The Magic of Lustred Glass | Wearing Glass

The Magic of Lustred Glass | Wearing Glass

Discover the world of lustred glass, from its historic roots with Tiffany to the modern techniques of applying and firing glass lustres, and explore my latest work.

A lovely customer emailed me yesterday about my Bluebottle Earrings and before I knew it I was writing a long message back rambling enthusiastically about the history and chemistry of lustred glass. I ramped the email back, and decided to write this post instead.

So let's start with a history lesson. Lustred glass, also known as iridescent glass, has been around for quite some time. However it was the legendary Louis Tiffany (stained glass artist and designer) who revolutionised glassmaking with his unique techniques.

Tiffany's lustred glass is often refered to as Favril Glass and was a gamechanger. He added metallic oxides to the glass while it was still molten, creating a shimmering rainbow-like finish. 


Now, let's get a bit geeky and talk chemistry! The key to capturing that amazing irridescence is in the metallic oxides added to the glass. When tin, silver or copper are applied to the surface of the glass, they form a thin layer that diffracts the light and creates an incredible sheen. But it's not just about the metals, the type of glass and firing process can affect how the oxides react. It's a delicate balance making every piece I make different.


Now, are you ready to get hands-on? Here's a basic rundown of how to apply glass lustre. First you need to clean your glass thoroughly to ensure the lustre adheres properly, choose your lustre.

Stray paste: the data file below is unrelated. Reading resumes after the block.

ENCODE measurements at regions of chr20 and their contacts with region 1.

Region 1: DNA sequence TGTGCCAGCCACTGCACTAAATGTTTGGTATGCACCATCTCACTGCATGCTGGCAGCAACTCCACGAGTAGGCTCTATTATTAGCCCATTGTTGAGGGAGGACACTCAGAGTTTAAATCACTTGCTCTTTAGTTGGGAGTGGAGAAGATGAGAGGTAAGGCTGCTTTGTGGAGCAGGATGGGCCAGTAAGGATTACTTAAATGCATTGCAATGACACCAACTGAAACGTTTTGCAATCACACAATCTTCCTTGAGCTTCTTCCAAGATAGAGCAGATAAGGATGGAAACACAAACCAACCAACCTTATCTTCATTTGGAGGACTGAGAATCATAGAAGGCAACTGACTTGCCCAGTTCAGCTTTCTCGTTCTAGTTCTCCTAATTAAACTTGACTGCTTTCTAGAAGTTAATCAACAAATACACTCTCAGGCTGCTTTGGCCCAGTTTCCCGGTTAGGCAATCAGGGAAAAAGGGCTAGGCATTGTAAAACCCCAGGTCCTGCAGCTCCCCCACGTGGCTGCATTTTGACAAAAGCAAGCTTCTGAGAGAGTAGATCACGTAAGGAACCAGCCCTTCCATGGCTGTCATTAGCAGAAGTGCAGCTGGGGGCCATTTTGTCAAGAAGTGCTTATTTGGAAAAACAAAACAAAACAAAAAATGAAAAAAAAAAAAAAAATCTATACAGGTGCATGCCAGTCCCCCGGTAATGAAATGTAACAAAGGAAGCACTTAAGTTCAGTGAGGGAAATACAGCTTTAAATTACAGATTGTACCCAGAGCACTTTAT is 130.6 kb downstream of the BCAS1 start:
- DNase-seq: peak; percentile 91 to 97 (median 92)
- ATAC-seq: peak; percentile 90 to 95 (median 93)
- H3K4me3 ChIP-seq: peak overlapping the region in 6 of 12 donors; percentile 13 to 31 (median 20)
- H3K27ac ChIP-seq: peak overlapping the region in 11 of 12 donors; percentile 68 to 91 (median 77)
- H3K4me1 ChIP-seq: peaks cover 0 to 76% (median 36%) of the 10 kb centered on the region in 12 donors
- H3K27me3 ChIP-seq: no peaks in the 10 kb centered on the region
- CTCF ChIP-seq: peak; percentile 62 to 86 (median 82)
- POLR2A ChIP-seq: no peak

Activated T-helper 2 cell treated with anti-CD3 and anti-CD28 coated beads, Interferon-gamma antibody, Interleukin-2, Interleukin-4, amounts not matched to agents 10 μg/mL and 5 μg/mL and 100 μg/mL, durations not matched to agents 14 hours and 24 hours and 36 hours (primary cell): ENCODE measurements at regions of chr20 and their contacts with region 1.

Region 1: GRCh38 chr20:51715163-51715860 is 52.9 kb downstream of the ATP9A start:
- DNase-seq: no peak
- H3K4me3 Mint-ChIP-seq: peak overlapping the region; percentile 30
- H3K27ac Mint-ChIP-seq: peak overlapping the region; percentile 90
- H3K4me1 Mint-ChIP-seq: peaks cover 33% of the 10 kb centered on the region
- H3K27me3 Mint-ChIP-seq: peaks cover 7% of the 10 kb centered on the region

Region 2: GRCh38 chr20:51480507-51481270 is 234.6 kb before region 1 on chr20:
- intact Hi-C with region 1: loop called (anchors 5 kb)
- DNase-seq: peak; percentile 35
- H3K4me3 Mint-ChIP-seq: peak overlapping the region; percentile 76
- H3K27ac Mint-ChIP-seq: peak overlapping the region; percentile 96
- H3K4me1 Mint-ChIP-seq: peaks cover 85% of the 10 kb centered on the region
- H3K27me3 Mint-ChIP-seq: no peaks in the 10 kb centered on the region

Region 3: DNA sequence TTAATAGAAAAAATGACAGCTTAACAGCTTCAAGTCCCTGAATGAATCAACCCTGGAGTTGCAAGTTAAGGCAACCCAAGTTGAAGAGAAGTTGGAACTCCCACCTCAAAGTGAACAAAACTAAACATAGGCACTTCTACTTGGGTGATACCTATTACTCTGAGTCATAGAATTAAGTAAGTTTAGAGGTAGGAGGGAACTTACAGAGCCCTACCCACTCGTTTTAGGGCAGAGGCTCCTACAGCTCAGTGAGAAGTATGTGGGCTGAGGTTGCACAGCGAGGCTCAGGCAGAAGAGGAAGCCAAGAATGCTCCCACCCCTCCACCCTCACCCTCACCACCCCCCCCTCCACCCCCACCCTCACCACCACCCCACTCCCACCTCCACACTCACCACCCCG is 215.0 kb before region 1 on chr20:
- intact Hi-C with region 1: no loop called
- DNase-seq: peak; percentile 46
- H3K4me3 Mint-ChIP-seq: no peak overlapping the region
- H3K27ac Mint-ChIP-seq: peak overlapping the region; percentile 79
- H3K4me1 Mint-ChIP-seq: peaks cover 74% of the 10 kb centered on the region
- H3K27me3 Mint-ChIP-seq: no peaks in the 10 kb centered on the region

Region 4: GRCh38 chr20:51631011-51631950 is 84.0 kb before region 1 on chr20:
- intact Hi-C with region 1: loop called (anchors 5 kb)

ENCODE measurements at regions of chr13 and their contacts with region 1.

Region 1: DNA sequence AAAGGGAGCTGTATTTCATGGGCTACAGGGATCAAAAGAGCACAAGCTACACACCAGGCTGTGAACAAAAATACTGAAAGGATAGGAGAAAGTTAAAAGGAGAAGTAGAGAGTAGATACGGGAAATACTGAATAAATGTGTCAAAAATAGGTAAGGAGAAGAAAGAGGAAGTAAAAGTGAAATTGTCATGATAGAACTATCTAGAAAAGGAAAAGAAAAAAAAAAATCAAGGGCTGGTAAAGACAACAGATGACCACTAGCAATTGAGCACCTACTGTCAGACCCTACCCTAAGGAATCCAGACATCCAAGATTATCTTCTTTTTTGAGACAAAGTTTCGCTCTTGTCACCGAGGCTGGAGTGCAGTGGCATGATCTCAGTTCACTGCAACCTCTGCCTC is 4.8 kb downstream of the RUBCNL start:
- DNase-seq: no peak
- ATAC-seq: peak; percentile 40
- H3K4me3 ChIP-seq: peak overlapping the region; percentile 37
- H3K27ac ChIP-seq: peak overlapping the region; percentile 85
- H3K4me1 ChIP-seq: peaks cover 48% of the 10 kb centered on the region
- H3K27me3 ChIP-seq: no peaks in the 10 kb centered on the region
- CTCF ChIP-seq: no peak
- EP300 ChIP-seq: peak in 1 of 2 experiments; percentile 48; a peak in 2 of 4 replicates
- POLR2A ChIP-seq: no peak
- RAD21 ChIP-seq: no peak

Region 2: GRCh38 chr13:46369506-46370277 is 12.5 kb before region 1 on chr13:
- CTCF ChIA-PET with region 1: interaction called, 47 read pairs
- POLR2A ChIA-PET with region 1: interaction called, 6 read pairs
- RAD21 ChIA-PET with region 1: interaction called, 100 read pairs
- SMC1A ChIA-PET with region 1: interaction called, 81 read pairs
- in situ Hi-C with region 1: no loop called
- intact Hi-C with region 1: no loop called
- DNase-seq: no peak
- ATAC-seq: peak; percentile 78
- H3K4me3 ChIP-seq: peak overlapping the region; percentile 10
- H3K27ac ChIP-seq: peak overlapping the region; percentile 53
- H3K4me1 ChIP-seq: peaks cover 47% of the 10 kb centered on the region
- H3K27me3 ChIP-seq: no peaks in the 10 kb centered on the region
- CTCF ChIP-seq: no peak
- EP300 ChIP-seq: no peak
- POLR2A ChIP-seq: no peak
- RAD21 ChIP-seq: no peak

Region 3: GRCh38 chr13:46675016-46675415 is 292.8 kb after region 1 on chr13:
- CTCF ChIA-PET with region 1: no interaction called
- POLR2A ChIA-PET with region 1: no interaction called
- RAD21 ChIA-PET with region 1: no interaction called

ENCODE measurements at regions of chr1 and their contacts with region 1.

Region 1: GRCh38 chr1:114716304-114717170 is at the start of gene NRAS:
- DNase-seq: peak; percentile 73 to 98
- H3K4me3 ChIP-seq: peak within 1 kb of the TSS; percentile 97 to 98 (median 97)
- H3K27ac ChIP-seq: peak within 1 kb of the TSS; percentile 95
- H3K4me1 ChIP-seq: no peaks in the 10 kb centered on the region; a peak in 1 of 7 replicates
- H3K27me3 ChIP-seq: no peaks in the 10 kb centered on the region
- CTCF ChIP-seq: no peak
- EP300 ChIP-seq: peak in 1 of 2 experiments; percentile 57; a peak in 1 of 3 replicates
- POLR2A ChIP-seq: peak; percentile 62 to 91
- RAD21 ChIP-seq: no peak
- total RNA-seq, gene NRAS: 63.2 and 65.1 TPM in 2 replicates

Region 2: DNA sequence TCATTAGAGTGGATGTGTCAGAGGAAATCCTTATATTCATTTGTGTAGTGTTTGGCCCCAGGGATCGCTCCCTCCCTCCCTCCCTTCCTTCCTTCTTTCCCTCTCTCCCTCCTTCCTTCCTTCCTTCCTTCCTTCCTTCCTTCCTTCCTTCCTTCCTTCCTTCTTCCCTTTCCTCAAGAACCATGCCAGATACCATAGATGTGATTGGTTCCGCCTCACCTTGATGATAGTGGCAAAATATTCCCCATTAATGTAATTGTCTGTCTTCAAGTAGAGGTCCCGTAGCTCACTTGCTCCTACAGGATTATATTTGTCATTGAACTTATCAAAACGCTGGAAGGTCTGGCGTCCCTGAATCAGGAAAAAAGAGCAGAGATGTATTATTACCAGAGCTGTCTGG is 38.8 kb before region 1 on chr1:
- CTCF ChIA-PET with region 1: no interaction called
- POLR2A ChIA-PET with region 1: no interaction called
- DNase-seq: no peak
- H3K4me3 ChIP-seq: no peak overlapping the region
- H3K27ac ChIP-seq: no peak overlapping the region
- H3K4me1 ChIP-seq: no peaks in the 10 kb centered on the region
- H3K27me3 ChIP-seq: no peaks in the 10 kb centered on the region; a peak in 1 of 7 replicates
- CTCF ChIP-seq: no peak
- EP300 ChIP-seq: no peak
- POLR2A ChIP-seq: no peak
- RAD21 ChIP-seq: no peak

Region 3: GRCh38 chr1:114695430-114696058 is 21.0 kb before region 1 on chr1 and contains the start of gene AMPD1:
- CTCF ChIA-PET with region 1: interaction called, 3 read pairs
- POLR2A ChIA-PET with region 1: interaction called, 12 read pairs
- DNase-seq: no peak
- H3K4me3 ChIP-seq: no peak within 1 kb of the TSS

If you're using a powdered lustre, mix it with a bit of flower oil to create a thin paste before applying it to the glass. Dip a soft brush into the solution and apply a thin, even coat to the surface of the glass.

Be patient and take your time, it's important to apply the lustre smoothy. Once you're happy with the application, let it dry for at least 24 hours.


No comes the exciting part - firing the glass! Carefully place your lustred glass in a kiln and fire it to between 550°C and 600°C (1022°F and 1112°F). The exact temperature and duration depend on the type of glass and lustre you’re using, so always refer to the manufacturer’s instructions.

During firing, the metallic oxides will fuse to the glass surface, creating that gorgeous iridescent finish. After the firing cycle is complete, let the kiln cool down gradually before removing your piece.


Speaking of beautiful pieces, have you seen my latest creations? I’ve been experimenting with different lustres and firing techniques, and I’m so excited to share the results with you.

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